Editor's Note: For the first time in the history of the San Mateo County Fair, a 300-page anthology has been published that includes more than 100 stories, poems and essays from writers who submitted award-winning work for the fair's literary contest. The idea was the brainchild of Bardi Rosman Koodrin, a San Bruno resident who runs the fair's literary contest, and the anthology, titled "Carry the Light," features work from many Peninsula writers.
During Louise Lenahan Wallace's junior year in high school, a fellow band member taught her a valuable lesson in the art of “Carrying the Light” when, in front of a large audience of classmates, she was thrust into a situation of soul-shriveling humiliation.
From p. 277, “Teacher of the Heart”
Thrown off balance, I smacked my injured foot down full-force onto the pavement. Agonizing pain clawed me. School books flew every direction. I tumbled backward, my heart plunging, too. Shock-frozen faces hovered, following my descent. I heard a distant laugh and braced for impact….
My mid-1960’s high school experience included a principal enamored of all-student pep rallies, complete with “educational” speakers, staging them on Friday before Saturday’s varsity football game. The entire student body packed into the stuffy gymnasium and sat on non-yielding wooden risers. Scrunching uncomfortably together (except for couples going steady, who gladly squeezed over to contribute room) folks fervently hoped the neighbors had showered after gym.
I played clarinet in the band, and the principal volunteered us to provide music during these rallies. This honor required sitting at floor level on metal folding chairs, sideways to the similarly seated faculty. Thus ensconced, we endured the every-movement-was-noticeable scrutiny of the entire student body. Our job description, therefore, included the requirement that we remain enthusiastically alert. From the risers, nodding heads and jaw-splitting yawns taunted us as the speaker of the moment, clearly impervious, droned. Occasionally, with wicked glee, we observed a teacher’s head dip, then come up sharply.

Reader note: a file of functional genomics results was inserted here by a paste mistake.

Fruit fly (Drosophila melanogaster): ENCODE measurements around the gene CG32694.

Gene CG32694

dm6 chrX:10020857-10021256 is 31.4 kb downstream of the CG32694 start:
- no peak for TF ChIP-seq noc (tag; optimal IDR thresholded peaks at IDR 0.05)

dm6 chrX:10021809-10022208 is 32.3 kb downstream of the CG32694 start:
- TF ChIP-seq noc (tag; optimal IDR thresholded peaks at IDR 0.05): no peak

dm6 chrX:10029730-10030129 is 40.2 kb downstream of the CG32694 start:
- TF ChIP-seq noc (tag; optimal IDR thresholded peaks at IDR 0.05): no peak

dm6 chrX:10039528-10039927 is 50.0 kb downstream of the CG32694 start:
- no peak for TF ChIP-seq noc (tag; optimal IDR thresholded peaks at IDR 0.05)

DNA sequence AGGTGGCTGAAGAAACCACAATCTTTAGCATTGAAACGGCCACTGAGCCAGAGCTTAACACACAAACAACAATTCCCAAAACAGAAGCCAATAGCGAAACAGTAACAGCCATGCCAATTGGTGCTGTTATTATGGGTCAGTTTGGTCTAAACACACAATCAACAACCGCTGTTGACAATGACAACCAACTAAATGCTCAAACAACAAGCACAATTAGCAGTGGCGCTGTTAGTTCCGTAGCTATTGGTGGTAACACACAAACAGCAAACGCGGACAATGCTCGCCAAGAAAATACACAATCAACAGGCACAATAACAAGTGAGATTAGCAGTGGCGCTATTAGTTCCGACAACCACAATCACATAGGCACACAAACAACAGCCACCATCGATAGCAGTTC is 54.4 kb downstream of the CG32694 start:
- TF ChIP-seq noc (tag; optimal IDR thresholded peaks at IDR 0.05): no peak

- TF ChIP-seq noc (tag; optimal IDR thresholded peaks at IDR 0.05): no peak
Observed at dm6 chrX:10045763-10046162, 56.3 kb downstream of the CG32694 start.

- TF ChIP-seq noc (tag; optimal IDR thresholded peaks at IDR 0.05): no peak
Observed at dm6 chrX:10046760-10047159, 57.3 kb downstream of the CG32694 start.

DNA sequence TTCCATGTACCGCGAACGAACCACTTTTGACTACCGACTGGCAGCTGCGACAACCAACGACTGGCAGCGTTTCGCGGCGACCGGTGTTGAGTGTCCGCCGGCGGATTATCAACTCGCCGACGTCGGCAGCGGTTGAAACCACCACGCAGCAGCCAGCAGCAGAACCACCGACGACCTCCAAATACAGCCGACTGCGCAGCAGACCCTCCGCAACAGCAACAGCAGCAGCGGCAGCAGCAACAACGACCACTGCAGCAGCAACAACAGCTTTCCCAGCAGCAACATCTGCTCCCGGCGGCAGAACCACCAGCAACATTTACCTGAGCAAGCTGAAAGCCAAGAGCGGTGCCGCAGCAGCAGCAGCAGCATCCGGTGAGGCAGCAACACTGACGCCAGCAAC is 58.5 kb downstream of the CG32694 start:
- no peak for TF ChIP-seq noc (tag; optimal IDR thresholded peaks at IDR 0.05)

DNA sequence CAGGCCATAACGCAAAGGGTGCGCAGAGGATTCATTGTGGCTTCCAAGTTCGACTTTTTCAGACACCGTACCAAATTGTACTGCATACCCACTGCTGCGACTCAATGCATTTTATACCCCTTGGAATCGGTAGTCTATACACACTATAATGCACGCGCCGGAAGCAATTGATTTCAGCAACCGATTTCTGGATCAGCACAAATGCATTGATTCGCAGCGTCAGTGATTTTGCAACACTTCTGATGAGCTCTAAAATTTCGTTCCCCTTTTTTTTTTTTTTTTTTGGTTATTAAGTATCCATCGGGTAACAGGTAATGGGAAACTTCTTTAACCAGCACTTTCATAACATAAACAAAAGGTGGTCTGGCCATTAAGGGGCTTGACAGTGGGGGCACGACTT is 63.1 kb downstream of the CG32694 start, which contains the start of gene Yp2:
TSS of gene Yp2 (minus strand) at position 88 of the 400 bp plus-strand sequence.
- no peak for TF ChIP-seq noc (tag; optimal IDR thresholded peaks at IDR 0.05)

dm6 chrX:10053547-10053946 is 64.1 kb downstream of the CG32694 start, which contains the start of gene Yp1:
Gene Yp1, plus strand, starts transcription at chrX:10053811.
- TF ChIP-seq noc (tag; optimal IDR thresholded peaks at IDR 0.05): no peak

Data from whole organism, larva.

My junior year, I received a lesson about “carrying the light” that has stayed with me much longer than many mathematical and scientific facts. A band classmate, habitually quiet and unobtrusive, contrasted sharply with the more raucous students. Besides large, beautiful eyes and a serene expression, she possessed graciousness rare among our more vocal contemporaries.
One hot May Friday, the principal convened another assembly, complete with speaker. Even with the doors wide open, the gym hit “high stuffy” in record time. As always, band and faculty perched on metal chairs at floor level, the risers crowded with restless, perspiring students.
My co-band member appeared slightly drawn, but she was always quiet, so no one paid particular attention. She sat in the front row, a few chairs from me. In the midst of our rendering a lively tune, I heard a resounding thump. She lay writhing on the floor, helpless in the grip of a seizure. The music trickled off like a leaky faucet. The eyes of the entire student body riveted upon her as faculty members rushed over. When the seizure finally loosed its vicious grip, two teachers helped her stand. In silence so vast one could have heard the proverbial pin bounce on the hardwood floor, under scrutiny of a thousand pairs of eyes, a covey of teachers supported her as, head high, she wavered to the door and exited the gym into the May sunshine.
Excerpted from "Carry the Light" with the permission of Sand Hill Review Press, the publisher. The book is available for purchase for $12 on Amazon.com.
Louise Lenahan Wallace was born in the Sacramento Valley. She always knew she wanted to write but never believed she could do it “for real.” Her first novel took 25 years to be published. Thankfully, the next three books came more rapidly. Her advice to beginning writers: “Don’t give up your dream of writing.” Louise said she received enough rejection slips to paper two walls before her first novel was published. But when it happened, it was exactly the right time and place.